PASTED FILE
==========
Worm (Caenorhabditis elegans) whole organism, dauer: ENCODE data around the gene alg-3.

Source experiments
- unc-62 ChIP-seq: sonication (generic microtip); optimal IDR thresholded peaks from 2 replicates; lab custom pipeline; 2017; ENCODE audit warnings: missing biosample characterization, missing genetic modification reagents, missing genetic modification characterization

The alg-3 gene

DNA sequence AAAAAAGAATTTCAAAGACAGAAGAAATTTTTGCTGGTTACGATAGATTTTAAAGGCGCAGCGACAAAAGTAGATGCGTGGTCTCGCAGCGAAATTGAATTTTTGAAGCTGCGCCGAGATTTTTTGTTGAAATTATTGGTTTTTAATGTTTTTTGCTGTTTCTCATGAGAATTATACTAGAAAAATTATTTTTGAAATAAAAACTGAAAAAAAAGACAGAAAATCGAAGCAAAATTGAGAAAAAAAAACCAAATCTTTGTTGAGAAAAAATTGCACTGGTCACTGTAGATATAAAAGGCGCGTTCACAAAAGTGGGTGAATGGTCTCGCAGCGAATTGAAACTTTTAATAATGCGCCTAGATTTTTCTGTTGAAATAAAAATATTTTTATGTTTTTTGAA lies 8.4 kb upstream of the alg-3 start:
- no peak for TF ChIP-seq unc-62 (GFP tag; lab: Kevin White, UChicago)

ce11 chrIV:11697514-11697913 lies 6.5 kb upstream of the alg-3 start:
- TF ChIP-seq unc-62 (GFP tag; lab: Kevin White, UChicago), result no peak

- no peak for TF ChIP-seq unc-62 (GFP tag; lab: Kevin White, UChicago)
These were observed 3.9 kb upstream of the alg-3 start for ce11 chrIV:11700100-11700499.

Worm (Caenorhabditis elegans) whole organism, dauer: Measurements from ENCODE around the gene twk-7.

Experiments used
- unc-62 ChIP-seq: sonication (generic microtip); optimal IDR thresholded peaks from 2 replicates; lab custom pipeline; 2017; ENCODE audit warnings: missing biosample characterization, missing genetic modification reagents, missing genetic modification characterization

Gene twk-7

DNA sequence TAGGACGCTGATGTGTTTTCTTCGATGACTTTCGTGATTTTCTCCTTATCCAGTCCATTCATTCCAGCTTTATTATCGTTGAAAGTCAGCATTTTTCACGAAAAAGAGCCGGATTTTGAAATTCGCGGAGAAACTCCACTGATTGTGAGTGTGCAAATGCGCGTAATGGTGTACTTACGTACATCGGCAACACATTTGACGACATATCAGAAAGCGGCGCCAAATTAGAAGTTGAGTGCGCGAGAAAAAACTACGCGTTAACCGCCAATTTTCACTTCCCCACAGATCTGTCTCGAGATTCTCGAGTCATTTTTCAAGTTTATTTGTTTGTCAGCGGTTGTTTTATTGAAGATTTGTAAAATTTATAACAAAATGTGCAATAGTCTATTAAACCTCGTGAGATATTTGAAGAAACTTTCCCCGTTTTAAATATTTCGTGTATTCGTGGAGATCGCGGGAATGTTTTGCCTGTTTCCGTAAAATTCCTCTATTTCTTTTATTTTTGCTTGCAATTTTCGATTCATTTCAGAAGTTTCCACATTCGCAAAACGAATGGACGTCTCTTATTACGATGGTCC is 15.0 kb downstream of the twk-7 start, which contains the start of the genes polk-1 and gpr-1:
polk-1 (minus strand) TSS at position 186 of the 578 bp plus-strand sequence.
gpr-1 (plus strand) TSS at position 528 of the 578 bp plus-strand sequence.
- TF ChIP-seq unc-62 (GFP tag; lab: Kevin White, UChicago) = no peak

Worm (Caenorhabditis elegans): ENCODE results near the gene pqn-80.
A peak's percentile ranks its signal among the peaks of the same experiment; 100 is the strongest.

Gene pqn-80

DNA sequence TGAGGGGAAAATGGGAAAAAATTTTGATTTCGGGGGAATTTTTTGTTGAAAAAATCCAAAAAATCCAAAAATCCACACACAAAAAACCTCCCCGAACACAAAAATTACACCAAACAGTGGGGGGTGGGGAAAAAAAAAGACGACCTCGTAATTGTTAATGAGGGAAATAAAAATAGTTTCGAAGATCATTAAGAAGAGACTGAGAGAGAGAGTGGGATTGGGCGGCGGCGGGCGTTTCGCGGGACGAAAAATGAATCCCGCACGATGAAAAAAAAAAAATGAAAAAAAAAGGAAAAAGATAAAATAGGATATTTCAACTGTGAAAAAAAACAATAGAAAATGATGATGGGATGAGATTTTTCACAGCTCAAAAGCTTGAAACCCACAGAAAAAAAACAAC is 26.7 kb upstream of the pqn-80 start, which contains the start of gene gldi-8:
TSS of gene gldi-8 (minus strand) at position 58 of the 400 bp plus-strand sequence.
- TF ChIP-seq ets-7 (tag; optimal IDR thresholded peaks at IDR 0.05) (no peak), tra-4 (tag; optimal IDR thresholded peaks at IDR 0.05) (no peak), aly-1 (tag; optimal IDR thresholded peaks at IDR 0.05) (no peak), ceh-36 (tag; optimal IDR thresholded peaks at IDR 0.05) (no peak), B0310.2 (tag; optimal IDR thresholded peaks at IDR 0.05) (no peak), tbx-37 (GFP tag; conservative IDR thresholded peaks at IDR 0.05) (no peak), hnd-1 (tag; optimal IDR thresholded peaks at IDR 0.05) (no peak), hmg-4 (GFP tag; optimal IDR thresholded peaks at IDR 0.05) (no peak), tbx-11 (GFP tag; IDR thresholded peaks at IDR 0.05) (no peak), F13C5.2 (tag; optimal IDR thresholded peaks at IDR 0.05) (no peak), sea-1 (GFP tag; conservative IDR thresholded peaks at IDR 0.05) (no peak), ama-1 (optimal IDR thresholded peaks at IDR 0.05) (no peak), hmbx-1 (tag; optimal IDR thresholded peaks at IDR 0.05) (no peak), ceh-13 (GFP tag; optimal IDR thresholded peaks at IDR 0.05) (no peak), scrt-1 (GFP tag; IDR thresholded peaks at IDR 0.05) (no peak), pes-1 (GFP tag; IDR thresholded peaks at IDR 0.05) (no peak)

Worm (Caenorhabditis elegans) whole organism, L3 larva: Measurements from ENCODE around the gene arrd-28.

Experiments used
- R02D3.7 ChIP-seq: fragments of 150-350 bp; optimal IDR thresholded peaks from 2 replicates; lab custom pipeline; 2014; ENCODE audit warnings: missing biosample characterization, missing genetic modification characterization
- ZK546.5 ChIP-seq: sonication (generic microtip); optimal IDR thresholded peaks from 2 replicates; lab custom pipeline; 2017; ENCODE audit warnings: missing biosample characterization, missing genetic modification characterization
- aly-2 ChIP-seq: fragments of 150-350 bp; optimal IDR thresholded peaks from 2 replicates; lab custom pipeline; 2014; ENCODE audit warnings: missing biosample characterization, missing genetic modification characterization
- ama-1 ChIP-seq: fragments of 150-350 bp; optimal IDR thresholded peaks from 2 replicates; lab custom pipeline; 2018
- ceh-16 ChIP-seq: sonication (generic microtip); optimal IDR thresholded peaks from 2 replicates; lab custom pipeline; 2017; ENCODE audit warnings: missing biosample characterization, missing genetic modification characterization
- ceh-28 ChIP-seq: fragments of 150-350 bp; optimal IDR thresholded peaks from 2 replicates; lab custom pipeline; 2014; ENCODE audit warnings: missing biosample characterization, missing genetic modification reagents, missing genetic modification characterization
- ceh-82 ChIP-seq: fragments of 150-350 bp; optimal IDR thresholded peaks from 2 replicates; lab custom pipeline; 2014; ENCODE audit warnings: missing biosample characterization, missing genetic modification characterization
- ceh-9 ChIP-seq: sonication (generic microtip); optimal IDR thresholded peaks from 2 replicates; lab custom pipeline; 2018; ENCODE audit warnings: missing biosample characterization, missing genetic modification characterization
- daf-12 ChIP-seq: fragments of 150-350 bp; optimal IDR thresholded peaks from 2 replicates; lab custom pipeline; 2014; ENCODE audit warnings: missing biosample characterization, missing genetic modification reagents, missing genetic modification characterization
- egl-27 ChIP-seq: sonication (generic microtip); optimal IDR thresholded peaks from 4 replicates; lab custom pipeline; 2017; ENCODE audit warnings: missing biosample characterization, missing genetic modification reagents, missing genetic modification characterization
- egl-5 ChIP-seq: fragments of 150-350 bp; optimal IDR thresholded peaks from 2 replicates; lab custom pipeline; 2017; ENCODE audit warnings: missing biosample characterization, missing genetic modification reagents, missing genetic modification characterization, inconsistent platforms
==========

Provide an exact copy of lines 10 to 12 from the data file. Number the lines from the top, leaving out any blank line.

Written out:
These were observed 3.9 kb upstream of the alg-3 start for ce11 chrIV:11700100-11700499.

Worm (Caenorhabditis elegans) whole organism, dauer: Measurements from ENCODE around the gene twk-7.

Experiments used